“K, what are you doing here?” I inquired
“I’m just feeling this your wallpaper o. It’s only stuffy ones like you that would use Wiggin’s chart as wallpaper. Do you know that Professor Olaleye said that if you are asked to describe the cardiac cycle, drawing this chart gives you half of the total marks?” he said(no 1 rule of med school: when they whyne you, counter-whyne with immediate alacrity)
“See ehn, I’ve not slept for the past 36 hours and I’ve not even touched cardiovascular physiology. If it comes out, it comes out and I would bang noni” I said with a shrug and false braggadocio.
On flipping my theory question sheet, I saw the second long essay question (about 20% of total theory marks) and my heart stopped.
“With the aid of a well-labelled diagram, discuss the cardiac cycle”
I immediately started calculating how much it would cost to buy a room in Zik Hall since it looked like I would be spending an extra year in pre-clinical school.



GBENGA
VENUE: ZIK HALL, UNIVERSITY OF IBADAN. DATE: 10 DAYS AFTER THE TRIBULATIONS (i.e. MB).
Going through my Whatsapp messages, I saw one on the class group chat that added years to my age and gray hairs to my hair.
“The delay in our results’ release is because biochemistry is not willing to buffer people (i.e. reduce the cutoff so as to increase the pass rate) because half of the class got below 50%.”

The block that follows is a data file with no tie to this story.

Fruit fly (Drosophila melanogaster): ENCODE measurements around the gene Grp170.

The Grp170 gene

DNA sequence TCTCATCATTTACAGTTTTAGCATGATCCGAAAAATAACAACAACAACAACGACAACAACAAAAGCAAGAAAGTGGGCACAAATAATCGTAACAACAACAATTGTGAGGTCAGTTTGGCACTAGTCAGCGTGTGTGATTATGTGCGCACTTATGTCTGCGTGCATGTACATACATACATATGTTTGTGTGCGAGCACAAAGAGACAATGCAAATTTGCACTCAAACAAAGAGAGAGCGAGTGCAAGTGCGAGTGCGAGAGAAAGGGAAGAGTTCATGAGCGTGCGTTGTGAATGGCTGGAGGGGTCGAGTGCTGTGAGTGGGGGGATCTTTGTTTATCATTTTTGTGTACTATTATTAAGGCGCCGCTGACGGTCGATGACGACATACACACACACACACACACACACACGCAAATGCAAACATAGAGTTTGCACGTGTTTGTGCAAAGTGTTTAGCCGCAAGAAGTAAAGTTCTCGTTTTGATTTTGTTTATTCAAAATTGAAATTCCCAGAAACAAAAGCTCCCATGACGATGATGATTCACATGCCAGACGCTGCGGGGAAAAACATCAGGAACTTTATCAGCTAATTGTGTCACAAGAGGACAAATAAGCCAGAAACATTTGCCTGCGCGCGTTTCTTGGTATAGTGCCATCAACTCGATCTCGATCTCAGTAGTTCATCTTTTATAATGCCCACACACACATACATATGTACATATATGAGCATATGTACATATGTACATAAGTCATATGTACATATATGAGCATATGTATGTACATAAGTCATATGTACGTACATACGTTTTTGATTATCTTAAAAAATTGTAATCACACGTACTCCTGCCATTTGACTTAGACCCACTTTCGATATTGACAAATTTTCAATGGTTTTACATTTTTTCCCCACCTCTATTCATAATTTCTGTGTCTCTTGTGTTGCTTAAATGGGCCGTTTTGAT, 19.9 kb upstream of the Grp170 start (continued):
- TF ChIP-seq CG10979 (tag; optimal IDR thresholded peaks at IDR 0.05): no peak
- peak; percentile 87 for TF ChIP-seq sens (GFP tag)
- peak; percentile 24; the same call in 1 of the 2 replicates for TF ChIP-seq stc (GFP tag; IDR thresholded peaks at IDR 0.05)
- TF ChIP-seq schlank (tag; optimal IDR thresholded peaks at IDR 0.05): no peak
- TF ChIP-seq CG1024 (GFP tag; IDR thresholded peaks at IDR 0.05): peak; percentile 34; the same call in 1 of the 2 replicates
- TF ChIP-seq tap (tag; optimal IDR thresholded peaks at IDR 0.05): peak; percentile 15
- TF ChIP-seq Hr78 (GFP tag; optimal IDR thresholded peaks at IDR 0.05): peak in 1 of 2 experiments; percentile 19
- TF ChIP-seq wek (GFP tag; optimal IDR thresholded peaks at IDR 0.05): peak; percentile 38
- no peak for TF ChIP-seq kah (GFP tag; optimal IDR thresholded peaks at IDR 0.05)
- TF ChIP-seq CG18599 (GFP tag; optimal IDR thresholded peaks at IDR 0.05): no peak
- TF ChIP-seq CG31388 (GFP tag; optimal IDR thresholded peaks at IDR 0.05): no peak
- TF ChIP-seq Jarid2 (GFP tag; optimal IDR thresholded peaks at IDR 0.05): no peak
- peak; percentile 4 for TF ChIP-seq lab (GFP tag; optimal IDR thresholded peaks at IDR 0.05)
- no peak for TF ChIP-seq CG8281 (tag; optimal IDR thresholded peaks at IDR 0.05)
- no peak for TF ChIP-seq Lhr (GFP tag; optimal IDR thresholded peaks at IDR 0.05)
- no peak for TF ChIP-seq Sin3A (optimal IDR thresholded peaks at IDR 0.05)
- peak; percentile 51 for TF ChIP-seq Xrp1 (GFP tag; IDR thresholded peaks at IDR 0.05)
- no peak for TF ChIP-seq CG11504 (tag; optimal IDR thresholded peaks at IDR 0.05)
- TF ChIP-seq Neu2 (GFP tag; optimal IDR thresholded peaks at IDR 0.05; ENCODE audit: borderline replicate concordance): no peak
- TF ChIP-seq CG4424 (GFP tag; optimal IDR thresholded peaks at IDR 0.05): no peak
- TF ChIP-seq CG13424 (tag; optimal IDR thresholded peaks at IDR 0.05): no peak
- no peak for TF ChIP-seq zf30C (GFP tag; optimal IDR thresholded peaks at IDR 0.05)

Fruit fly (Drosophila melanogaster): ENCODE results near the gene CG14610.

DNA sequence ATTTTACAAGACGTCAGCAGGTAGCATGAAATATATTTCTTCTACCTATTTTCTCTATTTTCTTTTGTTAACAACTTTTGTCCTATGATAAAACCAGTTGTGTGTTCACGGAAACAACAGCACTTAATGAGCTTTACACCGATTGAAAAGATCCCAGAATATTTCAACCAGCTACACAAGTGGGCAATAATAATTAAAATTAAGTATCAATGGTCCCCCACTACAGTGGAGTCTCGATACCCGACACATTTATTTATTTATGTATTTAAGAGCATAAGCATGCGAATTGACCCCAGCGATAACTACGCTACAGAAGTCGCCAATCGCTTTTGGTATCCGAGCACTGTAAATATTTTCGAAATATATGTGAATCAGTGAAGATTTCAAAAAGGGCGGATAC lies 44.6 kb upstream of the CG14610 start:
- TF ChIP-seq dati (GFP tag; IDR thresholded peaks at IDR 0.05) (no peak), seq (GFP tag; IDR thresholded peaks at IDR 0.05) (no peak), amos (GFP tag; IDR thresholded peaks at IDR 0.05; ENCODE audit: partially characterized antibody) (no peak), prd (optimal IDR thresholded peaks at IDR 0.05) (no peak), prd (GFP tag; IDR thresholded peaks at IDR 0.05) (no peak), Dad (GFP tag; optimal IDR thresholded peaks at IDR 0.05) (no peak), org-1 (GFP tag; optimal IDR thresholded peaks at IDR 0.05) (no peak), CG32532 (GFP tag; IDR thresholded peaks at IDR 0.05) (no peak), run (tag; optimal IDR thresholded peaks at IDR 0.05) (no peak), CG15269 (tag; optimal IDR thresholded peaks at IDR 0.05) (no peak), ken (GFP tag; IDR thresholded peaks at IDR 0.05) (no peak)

Considering the facts that my three biochemistry test scores were always ±5 from my shoe size (40-something) and that I missed the answer to my bio-medical statistics question, I knew I was part of the “unbufferables”
I quickly dialed my mother and god-mother to intensify their prayers as the Kogi-based witches were also intensifying efforts on my matter
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TIWATOPE
VENUE: Queens Idia Hall. TIME: 9 AM. DATE: 12 DAYS AFTER THE TRIBULATIONS
I woke up to three missed calls from mummy, two from daddy and two from my god-mother. I quickly called back, thinking something was wrong.
“Hello, mummy. I saw your calls, any problem?” I asked as politely as possible.
“Nothing o. I just wanted to ask about your results. Since you decided not to pick my calls, I told your dad and god-mother to call you too” she replied in characteristic African-mother style.